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Updated at 5:32 am on 29 June 2012
Commission officials inquiring into the collapse of the CTV building in Christchurch have heard a shortage of structural engineers meant it never got a thorough assessment.
Witnesses from rapid assessment teams gave evidence on the fourth day of the eight-week Canterbury Earthquakes Royal Commission of Inquiry on Thursday.
Failure of the CTV building killed 115 people when it collapsed in a 6.3 magnitude earthquake on 22 February 2011.
Building inspectors who carried out rapid assessments on the CTV building following the 7.1 magnitude earthquake in Canterbury in September 2010 gave it a Level 1 inspection - which just meant an outside observation - before giving it the green sticker.
It was eventually given a second check by a team led by a city council building Inspector, David Flewellen.
He says it was out of the ordinary to conduct Level 2 assessments without an engineer but his manager told him they had no choice.
Mr Flewellen said that, in hindsight, the assessment teams were insufficiently trained.
Another member of a rapid assessment team told the inquiry it did not think there was enough damage to the building after the September 2010 earthquake to warrant a second inspection.
Christchurch City Council building inspector Peter Van der Zee and other assessors checked the building following the 7.1 magnitude quake of September 2010.
Mr Van der Zee says the team stood outside in a carpark and looked for obvious damage like broken glass or cracks, as the rapid assessment criteria required. They gave the building a green sticker.
Mr Van der Zee said they did not enter the building after giving it a Level 1 inspection.
He said he had only a vague recollection of inspecting the building.
In response to questioning from Crown prosecutor Mark Zarifeh, he told the inquiry he did not receive any training in inspecting quake-affected buildings.
Mr Van der Zee asked not to be filmed while giving his version of events but the request was declined by the commissioners.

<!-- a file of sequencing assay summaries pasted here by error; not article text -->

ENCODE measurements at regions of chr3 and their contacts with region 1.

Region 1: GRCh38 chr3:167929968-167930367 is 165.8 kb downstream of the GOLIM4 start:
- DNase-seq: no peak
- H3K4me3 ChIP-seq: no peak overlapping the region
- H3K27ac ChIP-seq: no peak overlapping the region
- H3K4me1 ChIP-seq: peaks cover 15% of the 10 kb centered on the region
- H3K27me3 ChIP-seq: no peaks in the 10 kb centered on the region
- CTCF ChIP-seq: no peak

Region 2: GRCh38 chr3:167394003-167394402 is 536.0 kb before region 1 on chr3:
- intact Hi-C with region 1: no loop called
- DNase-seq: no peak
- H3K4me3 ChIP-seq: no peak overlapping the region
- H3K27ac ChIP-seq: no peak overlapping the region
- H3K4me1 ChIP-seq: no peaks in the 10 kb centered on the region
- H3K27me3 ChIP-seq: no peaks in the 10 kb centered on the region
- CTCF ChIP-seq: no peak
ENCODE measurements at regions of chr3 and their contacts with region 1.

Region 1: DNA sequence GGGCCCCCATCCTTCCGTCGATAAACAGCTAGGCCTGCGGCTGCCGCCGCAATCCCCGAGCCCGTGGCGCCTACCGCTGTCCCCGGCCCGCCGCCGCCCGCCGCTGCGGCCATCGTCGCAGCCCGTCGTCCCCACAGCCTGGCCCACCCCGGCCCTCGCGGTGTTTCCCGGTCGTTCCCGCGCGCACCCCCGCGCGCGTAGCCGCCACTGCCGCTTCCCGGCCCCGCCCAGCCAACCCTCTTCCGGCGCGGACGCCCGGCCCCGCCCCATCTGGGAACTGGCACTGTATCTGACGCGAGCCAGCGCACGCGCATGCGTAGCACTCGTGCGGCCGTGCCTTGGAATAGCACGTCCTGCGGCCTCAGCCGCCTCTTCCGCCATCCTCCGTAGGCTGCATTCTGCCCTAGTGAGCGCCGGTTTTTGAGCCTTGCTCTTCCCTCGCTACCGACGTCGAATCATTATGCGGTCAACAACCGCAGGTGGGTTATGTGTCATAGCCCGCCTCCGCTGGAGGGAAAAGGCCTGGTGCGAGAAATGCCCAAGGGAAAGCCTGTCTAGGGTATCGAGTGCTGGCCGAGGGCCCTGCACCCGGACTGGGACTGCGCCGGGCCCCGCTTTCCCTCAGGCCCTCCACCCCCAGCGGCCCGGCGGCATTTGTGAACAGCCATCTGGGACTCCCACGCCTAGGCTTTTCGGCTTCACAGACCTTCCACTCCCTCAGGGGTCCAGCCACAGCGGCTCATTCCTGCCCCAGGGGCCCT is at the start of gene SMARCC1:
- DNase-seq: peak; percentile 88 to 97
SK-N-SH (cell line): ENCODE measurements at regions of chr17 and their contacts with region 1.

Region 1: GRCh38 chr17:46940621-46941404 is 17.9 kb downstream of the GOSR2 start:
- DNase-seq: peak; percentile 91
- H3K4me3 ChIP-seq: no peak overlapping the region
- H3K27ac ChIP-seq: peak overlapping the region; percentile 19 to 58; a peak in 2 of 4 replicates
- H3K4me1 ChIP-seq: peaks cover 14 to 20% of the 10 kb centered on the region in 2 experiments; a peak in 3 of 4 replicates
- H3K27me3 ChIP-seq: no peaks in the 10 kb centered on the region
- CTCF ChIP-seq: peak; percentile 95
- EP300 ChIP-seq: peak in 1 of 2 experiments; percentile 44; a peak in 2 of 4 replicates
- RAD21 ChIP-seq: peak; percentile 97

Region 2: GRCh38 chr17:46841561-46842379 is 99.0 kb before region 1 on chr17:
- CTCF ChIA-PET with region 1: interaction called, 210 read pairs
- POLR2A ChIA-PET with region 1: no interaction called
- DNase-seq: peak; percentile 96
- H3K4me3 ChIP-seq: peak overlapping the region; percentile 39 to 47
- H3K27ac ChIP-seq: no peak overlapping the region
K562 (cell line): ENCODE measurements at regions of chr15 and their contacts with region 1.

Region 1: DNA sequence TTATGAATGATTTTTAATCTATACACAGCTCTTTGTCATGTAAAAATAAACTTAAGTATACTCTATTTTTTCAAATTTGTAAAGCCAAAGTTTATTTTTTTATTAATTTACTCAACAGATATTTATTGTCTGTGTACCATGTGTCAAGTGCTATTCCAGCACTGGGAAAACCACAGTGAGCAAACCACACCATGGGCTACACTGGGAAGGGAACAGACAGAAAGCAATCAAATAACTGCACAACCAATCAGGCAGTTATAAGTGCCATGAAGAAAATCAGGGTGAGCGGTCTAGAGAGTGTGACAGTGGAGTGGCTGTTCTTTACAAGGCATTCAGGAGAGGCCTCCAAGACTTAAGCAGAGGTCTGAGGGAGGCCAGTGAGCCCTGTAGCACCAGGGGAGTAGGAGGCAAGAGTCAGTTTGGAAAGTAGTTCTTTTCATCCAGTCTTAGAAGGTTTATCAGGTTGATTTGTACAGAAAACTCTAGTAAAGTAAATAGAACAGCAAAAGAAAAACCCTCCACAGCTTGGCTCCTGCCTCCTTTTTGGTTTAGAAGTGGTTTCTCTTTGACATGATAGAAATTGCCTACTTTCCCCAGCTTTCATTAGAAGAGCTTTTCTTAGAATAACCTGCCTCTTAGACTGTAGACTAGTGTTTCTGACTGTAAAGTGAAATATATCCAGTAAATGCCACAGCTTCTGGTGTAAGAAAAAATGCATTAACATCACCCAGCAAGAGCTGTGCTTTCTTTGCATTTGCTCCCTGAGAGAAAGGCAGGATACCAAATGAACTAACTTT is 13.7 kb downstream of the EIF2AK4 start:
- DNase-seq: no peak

Building surveyor Graham Calvert, who volunteered to help rapid assessment teams working for the city council, said it was not a requirement at the time to have an engineer in the team.
Mr Calvert said it was standard procedure to carry out a visual observation and then advise building owners and tenants to seek their own engineering inspection.
He said he was not aware any building higher than four storeys automatically required a Level 2, or internal, inspection.
A lawyer for bereaved families asked Mr Calvert for the rationale behind giving the building a green sticker.
Mr Calvert said his team felt the building didn't provide any immediate danger to occupants at the time.
He said the team did the best they could on that day and would not have issued the green placard if they felt the building wasn't safe.
The commission has been told that concrete used in the construction of the CTV building had similar qualities to chalk.
Forensic structural engineer Rob Heywood, who inspected the building 30 hours after it collapsed, gave evidence on Wednesday.
He told the commission he noticed something peculiar about the concrete being taken from the scene as the search for bodies and survivors took place, and said it would disintegrate whenever diggers tried to move it.
"Many people at the building site noted how readily the concrete turned to rubble," he said.
"It was surprisingly difficult for a machine to lift any substantial piece of concrete without it breaking."
Mr Heywood described the concrete used in the beams and columns as having similar properties to chalk and said that, like chalk, the structures would have given no warning signs they were about to give way.
He said brittle concrete of this type would fail to give a building the ductility or flexibility it would need to allow it to remain standing in an earthquake.
Copyright © 2012, Radio New Zealand
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